Right, we need to talk honestly about transition.
Yes, I’m looking at you, secondary colleagues. But don’t think you can sit back too smugly if you’re on the primary side either.
This is one of the most important things that happens for our students, and we owe one another a duty to be the best that we can by them.
Let’s start with our secondary leaders. We get that you’re busy. We understand that transition isn’t the only thing on your long list of jobs. We realise that you might be dealing with tens of schools. We understand all that because it’s the same for us.
That’s why it’s not good enough to ring the day before you want to visit, and it’s not reasonable to send a five-page form to be filled in about each child. Especially not when you’re asking for information that will be transferred to your school electronically already.
And while we’re at it, if you are going to ask us to tell you about the children in our classes, then you need to be prepared to do something with the information we give you.
Neither of us looks good when, come October, parents are complaining about why teachers aren’t aware of needs that we have clearly shared.
When you come to meet with us, by all means write down the key points, but more importantly, think about who you need to share that information with. We know that secondary schools are big places, but we rely on you to get the information to the right places.
Now, primary colleagues, we need to bear all of that in mind.
Sorting the wheat from the chaff
The person you meet for transition meetings won’t necessarily teach your pupils, and they won’t have the capacity to care for them like you do. And that’s fine: that’s part of growing up. But it also means that we need to do the job of sorting the wheat from the chaff.
The transition lead doesn’t need to know every child’s life story, and it doesn’t make any difference to them that they’ve made a lot of progress this year. They won’t be dealing with the child you had last September – they need to know about the one who’s leaving you now.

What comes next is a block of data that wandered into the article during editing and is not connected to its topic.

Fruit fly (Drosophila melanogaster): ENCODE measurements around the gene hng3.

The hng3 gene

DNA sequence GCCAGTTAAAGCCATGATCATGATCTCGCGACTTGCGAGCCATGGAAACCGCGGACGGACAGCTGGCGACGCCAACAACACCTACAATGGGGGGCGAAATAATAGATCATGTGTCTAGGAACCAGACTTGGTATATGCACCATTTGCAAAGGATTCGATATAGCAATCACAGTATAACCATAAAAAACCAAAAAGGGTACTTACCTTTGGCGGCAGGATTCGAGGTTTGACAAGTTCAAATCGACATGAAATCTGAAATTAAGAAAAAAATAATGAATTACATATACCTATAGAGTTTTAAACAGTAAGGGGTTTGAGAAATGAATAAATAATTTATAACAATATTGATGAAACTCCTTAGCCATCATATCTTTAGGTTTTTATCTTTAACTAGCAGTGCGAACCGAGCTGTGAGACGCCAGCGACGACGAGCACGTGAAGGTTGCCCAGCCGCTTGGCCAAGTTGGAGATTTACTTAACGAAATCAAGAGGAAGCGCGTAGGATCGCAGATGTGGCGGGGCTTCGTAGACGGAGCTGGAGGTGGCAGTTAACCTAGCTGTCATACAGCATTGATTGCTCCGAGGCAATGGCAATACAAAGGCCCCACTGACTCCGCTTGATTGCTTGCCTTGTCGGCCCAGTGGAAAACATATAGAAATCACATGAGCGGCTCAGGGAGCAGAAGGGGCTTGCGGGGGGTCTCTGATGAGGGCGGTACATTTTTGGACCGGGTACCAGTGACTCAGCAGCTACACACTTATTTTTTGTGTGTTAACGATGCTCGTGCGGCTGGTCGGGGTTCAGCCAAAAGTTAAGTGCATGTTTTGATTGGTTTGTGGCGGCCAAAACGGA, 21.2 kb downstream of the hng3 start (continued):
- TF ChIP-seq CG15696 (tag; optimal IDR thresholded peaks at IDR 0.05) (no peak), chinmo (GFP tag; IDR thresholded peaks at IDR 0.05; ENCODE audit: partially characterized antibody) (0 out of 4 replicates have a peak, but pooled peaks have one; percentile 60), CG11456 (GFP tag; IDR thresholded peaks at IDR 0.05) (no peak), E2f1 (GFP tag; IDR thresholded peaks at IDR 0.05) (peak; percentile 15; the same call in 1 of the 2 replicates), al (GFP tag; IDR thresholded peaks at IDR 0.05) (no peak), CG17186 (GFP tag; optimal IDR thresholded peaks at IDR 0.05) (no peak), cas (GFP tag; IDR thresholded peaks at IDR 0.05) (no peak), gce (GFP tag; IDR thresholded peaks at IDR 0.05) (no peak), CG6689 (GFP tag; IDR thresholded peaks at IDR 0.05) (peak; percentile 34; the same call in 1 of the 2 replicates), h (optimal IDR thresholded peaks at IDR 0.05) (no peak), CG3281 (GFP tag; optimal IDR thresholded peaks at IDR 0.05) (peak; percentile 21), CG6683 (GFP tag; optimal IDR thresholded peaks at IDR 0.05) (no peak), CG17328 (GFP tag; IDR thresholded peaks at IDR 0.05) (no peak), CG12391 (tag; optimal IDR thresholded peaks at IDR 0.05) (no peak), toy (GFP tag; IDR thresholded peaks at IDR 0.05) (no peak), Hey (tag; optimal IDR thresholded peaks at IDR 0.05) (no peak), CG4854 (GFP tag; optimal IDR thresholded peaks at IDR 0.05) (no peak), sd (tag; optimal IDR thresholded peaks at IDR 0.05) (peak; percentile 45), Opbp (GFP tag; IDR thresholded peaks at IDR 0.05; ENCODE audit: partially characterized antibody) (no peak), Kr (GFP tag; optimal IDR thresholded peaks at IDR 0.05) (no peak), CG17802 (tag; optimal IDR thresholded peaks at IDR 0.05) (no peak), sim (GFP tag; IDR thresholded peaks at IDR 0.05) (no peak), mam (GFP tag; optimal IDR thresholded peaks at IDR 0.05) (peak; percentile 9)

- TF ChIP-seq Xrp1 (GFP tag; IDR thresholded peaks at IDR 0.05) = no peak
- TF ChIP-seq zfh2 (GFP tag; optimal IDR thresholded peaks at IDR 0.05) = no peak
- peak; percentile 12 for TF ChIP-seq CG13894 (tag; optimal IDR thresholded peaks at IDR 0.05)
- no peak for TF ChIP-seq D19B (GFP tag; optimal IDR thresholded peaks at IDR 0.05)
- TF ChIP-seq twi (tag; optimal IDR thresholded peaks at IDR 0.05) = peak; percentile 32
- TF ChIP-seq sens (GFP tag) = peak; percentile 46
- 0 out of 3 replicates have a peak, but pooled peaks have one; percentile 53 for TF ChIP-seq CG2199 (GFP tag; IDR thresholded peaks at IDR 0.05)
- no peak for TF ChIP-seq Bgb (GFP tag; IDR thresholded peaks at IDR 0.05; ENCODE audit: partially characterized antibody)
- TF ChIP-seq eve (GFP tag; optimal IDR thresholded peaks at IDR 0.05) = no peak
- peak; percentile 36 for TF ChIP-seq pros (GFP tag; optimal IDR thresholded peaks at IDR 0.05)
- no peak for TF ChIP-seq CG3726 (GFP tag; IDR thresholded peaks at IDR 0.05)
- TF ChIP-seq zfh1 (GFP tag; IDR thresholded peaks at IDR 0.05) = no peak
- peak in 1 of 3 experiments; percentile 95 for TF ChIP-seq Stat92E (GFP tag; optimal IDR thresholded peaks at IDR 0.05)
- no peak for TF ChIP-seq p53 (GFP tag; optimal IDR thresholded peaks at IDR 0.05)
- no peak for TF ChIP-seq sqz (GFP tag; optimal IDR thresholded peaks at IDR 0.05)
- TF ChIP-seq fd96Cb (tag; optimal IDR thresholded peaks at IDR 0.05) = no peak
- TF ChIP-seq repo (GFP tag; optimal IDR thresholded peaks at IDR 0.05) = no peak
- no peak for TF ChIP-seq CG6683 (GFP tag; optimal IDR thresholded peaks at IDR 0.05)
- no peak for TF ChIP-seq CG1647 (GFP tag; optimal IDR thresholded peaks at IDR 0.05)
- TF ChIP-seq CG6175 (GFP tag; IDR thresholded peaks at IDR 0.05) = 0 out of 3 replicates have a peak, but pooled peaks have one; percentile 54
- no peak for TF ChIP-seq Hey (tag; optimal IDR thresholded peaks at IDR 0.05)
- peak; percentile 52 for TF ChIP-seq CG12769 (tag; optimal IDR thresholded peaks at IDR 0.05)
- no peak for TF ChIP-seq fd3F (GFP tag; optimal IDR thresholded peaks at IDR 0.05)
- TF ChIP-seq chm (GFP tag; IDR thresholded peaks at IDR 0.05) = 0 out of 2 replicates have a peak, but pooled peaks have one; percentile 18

Sometimes that means being brief. Many of your children are happy, confident and well-prepared for secondary school. That’s a credit to you and the work you’ve put in all year. In cases like that, don’t give their full life history. Just tell them they should be fine, and move on.
Save your time – and their headspace – for the children who need more attention. That’s not to treat the others as if they’re unimportant, it’s just realism.
One secondary leader might be responsible for 300-400 new pupils; knowing that Sophie loves cats or that Jacob was a bit of a monkey on the Year 4 trip is never going to register as being important.
We also need to be realistic. Think about how difficult it is sometimes to organise a seating plan in your own classroom.
With some classes that I’ve taught, there were so many children that didn’t work well together that it began to feel like a logic puzzle.
Now imagine scaling that up tenfold. For every pairing you suggest – or every group you think should keep apart – it’s worth remembering that another 10 teachers will be giving a similar list over.
Soon enough, you are stuck with an impossibleto-solve conundrum.
Most children will cope fine with changes, especially if they’re moving with lots of peers. Focus on the really vulnerable – or the really problematic – and give the secondary schools fewer, but more important, challenges to solve.
And if we haven’t got it right between us this year, can we start talking a little bit sooner about doing it better next time? On both sides.
Michael Tidd is headteacher at Medmerry Primary School in West Sussex. He tweets @MichaelT1979